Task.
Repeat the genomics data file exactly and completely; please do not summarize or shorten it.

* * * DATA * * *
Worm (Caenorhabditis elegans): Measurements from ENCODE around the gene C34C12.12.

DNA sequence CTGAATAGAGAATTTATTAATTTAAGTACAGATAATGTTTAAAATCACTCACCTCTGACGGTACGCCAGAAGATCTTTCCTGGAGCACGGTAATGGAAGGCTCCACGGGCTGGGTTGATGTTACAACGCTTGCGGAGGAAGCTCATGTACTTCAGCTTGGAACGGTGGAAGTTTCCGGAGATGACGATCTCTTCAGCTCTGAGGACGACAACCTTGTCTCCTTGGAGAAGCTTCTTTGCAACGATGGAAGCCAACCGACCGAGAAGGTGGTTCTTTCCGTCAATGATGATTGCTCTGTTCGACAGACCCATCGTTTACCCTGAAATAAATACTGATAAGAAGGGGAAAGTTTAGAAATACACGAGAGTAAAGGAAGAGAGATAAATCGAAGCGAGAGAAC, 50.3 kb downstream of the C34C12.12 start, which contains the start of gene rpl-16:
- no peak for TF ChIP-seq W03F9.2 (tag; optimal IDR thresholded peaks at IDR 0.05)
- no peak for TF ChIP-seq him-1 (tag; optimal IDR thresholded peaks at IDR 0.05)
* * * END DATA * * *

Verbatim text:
Worm (Caenorhabditis elegans): Measurements from ENCODE around the gene C34C12.12.

DNA sequence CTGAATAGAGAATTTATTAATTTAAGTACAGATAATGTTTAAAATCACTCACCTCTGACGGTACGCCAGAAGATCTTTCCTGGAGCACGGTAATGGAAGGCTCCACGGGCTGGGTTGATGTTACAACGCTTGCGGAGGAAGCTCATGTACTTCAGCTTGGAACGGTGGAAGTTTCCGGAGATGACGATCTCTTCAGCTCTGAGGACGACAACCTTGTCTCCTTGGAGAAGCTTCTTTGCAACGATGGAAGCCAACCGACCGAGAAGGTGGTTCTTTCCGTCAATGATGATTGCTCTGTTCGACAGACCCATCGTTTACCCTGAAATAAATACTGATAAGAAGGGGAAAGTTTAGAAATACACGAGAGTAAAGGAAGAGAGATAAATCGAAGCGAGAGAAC, 50.3 kb downstream of the C34C12.12 start, which contains the start of gene rpl-16:
- no peak for TF ChIP-seq W03F9.2 (tag; optimal IDR thresholded peaks at IDR 0.05)
- no peak for TF ChIP-seq him-1 (tag; optimal IDR thresholded peaks at IDR 0.05)